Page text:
So this new ruling, in addition to being generally bad, is partly just conservatives shifting their own bullshit back to the courts. Sigh.
posted by May Kasahara at 6:25 AM on June 29 [3 favorites]


PaulVario - do you disagree that the aggregate result of many recent SCOTUS rulings is a transfer of power from the executive agencies staffed by career civil servants with subject matter knowledge to the judicial branch, staffed largely by political appointees?

Because I'm pretty sure that is the trend people are catastrophizing about, so while I agree some of the reactions I've seen are a bit overwrought, discussing the ruling in Loper Bright as though it isn't part of an overall shift in what powers the court is claiming for the judiciary doesn't seem like very helpful analysis either.
posted by the primroses were over at 6:36 AM on June 29 [10 favorites]


This is without question a bad, unnecessary and harmful decision. But I do think the effects of replacing Chevron with Skidmore are being a bit overstated (for reasons that should be obvious to any survivor of the nonprofit industrial complex). Courts have done what they wanted all along, either ginning up ambiguities where they don't exist or ignoring them where they do; this mostly just changes the language they'll use while doing that. Of course this is of a piece with the court's whole destructive agenda and will be used in service of that -- but that agenda was ongoing regardless.

This 2020 law review article (PDF) found 25 states applying either Skidmore or pure de novo review.

It does not strike me that California, for example, has seen "the end of the administrative state," but maybe I missed it.
posted by Not A Thing at 7:03 AM on June 29 [3 favorites]


primroses — eh, if you want my opinion, I guess I have some disagreements with the way you’re framing things.

A big problem that Chevron has caused is that it results in regulators being politicized policymakers. They’re not supposed to make policy; they’re supposed to interpret the statutes that Congress produces. But with respect to the agency I’m most familiar with, every four years, the leadership changes. Because of that, the rules the agency promulgates have everything to do with who is in charge: the politically appointed agency heads. Sometimes the career civil servants don’t like what the political appointees do; sometimes they fight the agency heads; but when it comes down to it, the civil servants lose. What matters is not who staffs these agencies; what matters is who runs them, and I think it’s a misdescription to suggest that the agencies are run by politically neutral operators. The rules the agency promulgates swing wildly back and forth in a way that follows the election returns. Now that Chevron is dead, this problem should die as well.

So I guess you can say that Loper Bright is a transfer of power to the judiciary. But that isn’t especially troubling to me: in this case, it’s a power that the judiciary should hold, because executive agencies really shouldn’t be exercising legislative and judicial powers.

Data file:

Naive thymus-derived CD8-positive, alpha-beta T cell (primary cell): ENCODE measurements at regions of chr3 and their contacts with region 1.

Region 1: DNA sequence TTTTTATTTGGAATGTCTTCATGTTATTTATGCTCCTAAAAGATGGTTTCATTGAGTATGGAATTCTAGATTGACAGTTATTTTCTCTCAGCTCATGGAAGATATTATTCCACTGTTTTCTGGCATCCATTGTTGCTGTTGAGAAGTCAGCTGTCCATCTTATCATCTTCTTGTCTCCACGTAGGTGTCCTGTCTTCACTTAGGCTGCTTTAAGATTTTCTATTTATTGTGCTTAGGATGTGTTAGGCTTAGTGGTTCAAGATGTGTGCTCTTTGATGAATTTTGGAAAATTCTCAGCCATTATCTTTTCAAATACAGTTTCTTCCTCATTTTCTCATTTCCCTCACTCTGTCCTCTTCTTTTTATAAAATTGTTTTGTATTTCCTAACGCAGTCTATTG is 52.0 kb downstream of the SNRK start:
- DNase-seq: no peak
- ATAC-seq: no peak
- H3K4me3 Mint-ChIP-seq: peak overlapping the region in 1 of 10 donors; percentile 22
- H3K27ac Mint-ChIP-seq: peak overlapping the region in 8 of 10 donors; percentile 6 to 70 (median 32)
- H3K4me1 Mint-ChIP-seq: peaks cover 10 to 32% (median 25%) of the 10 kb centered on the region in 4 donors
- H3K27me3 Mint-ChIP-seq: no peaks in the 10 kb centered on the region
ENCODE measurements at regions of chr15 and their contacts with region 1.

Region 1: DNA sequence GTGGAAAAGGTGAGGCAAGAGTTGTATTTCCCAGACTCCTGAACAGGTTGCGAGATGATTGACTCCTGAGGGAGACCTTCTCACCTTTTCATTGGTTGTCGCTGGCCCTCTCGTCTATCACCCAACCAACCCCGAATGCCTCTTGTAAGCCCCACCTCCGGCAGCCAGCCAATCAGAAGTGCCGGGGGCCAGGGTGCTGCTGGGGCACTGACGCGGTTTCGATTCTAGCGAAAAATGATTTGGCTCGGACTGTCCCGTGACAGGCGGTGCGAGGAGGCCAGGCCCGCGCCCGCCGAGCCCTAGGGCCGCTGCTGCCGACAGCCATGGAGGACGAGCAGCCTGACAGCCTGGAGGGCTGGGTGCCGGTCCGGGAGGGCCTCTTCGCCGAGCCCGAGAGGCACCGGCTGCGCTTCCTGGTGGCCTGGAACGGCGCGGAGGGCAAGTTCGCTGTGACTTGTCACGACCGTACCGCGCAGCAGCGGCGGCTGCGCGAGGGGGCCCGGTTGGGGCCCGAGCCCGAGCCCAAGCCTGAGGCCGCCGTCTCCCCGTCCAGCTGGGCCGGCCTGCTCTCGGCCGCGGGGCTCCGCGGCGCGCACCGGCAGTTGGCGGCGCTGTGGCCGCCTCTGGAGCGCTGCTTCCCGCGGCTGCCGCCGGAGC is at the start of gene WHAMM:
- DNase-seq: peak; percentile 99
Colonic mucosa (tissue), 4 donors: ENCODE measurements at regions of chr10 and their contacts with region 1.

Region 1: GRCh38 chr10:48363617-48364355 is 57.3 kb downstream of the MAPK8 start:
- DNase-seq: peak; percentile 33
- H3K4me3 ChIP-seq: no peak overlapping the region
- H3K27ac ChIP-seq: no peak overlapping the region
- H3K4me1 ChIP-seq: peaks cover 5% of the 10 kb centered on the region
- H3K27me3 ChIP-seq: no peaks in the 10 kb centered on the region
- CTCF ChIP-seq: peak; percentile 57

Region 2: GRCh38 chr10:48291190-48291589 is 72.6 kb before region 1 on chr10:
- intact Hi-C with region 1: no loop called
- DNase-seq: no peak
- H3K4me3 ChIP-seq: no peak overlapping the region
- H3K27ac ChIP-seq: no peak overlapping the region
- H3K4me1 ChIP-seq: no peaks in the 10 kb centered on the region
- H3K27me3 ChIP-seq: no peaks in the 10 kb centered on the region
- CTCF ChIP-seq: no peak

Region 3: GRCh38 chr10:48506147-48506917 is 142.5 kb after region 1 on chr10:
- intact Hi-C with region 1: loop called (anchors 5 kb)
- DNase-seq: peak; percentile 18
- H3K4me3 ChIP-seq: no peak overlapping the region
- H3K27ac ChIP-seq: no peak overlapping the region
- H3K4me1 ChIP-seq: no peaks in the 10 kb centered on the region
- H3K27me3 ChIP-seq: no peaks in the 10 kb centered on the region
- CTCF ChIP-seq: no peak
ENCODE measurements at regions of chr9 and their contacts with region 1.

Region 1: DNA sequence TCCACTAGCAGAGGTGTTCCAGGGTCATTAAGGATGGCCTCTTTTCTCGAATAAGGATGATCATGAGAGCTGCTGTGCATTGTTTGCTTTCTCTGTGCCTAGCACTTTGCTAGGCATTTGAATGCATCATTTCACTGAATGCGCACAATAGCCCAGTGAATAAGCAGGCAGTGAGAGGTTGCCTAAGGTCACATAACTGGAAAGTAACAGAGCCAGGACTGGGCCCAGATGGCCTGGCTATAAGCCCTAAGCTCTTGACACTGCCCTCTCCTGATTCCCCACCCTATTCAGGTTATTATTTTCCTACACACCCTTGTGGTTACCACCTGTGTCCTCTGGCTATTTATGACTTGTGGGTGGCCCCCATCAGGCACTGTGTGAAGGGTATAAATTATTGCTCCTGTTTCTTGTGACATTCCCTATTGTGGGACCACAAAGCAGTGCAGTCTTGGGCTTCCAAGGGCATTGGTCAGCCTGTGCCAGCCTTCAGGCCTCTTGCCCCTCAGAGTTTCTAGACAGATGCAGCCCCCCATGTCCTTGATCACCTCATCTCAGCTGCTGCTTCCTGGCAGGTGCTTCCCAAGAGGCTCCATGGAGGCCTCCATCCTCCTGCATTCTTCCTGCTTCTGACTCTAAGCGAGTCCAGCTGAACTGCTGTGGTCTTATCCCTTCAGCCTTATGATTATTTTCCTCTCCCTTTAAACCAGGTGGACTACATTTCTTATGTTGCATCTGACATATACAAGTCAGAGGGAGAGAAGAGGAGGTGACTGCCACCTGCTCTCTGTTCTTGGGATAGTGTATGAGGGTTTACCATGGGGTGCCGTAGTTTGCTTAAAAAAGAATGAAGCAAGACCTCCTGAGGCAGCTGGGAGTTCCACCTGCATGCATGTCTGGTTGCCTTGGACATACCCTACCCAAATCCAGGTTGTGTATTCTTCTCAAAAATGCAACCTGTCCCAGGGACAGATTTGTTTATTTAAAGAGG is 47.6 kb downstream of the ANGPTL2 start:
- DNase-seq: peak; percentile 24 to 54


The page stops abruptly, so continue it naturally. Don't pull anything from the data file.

If the concern is that there’s a larger trend of assignment of power to the judiciary, maybe that’s true, but the question really should be: which powers ought the judiciary to have? Earlier this week, the Supreme Court decided that some guy who’d been hit with a six-figure criminal penalty for fraud had been unjustly punished because he’d been denied his right to a jury trial. The defendant’s punishment was an outrage; the court decided the right way (IMO). Some people described this as a terrible constraint on regulators, and I guess it’s true that it’s much easier for regulators to punish defendants if you get rid of everyone’s Seventh Amendment rights; and I guess it’s true that you could describe the Supreme Court’s change as a transfer of power to the judiciary; but if courts are going to guarantee people their rights after regulators take them away, I think that’s a good thing. It is anything but catastrophic. In short, the transfer of power to the judiciary is a good policy if it it is needed so that judges can do their job!
posted by PaulVario at 7:49 AM on June 29 [5 favorites]


I would be less worried about the consequences of the Court's decisions if the federal judiciary was in any way prepared for the vast amount of litigation that is going to result. The overturning of Chevron opens the gate for a lot more cases to be filed to challenge agency interpretations which might until now have been left in place. But the courts are already swamped, and SCOTUS in particular isn't big enough or well-staffed enough--and doesn't have the technical expertise to make these calls even if it was three times the size.

Which even if only 30% of those cases go against the government results in an increase in the judicial caseload, and also a diversion of judicial and agency resources away from their actual work and into litigation defense. It also requires a lot more up-front work to make agency findings bulletproof (inasmuch as they can be), which is also a diversion of resources.